National breakout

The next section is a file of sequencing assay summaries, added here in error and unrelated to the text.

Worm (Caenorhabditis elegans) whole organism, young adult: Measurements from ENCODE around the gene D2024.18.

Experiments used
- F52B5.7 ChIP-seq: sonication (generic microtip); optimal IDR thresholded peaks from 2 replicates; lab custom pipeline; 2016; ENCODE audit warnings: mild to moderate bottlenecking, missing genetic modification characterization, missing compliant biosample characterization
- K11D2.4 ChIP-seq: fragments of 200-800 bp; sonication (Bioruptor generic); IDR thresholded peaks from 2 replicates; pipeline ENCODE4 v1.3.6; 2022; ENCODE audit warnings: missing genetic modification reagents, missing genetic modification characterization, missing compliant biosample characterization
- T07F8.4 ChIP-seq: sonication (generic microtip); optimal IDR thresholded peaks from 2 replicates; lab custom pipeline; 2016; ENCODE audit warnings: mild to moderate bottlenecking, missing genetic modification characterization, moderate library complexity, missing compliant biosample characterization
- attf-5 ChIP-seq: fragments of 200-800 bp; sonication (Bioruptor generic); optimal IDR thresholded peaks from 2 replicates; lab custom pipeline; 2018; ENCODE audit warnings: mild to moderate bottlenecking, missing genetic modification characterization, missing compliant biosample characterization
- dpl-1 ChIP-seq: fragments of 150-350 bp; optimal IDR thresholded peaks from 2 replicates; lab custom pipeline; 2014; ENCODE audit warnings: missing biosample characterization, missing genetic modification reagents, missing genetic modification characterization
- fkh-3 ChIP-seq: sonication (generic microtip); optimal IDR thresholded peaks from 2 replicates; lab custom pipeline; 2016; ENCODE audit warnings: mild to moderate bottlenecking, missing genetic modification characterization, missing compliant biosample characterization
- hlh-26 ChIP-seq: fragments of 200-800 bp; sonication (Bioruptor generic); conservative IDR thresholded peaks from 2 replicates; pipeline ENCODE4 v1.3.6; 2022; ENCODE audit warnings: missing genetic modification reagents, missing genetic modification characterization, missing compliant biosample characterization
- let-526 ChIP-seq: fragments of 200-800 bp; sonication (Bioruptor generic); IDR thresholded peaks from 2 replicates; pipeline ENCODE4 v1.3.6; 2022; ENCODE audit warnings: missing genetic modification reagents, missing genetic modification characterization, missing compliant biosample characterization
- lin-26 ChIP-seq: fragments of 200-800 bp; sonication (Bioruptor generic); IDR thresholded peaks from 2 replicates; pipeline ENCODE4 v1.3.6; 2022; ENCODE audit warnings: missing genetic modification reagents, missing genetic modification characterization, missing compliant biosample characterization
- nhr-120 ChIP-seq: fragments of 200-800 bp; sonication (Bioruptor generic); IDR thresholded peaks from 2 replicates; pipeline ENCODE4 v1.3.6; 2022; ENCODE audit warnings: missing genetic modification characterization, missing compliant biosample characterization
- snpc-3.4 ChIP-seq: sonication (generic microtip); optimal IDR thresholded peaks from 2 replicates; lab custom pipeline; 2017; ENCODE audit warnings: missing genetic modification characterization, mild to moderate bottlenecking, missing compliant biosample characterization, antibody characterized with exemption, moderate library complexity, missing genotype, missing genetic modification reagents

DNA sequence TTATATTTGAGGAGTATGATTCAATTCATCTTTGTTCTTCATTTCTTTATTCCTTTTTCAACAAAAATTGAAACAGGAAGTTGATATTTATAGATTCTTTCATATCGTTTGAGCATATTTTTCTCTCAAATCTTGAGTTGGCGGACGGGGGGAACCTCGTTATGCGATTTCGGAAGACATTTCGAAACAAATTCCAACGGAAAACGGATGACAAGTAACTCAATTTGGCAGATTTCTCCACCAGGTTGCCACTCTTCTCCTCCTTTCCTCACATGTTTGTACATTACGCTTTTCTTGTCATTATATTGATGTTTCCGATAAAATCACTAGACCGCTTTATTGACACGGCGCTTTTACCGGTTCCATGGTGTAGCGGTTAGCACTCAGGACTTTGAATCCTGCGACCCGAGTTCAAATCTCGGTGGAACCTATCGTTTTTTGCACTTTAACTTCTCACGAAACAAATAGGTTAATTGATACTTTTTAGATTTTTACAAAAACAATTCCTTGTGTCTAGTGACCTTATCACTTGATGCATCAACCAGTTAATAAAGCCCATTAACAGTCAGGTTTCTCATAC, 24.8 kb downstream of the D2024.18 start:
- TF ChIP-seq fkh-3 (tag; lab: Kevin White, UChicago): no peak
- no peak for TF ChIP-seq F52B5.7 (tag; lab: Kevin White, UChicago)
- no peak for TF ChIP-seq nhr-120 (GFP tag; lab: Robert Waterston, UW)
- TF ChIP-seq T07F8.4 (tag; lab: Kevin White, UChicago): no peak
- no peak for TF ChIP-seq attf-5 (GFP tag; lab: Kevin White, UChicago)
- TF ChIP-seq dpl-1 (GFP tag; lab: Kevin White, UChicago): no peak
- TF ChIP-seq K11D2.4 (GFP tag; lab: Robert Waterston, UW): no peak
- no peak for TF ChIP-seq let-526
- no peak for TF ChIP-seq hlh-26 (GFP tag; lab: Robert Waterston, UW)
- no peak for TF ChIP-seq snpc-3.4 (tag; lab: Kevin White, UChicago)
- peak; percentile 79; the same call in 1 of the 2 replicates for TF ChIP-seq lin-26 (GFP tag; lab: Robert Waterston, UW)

Like most groups influenced by Radiohead, the Silent Years try to make atmosphere another instrument. The liners for the Detroit-area quartet's full-length debut note six, 10 and 14 instruments for each member — things like shruti boxes and space echo appearing alongside the usual complement of guitars, bass, drums and keys. But while Radiohead often uses technology and effects to create claustrophobia, Silent Years believe in better living through sound — odd noises and soft bumps in the night course through songs such as "No Secrets," "Someone to Keep Us Warm" and "Devil Got My Woman," and Josh Epstein's occasional vocal resemblance to Jeff Buckley only makes them even more pleasantly disorienting. (Cryptic, ear-catching lyrical turns complete the picture.) But all the recordings of birdsongs in the world ("Lidocaine") won't matter if the songcraft isn't strong, and fortunately the Silent Years have that covered too. It takes a few listens for their thing to really click, but, once it does, the melodies freshen like spring flowers and you appreciate the restraint Silent Years display throughout, because it's clear that no one is trying to sound too grand on their big national debut. The upbeat songs just hit a sweet spot similar to Guster, and the experiments with atmosphere quietly engross. This is a pop album with depth, and that's a nice thing for a band to add to its list.

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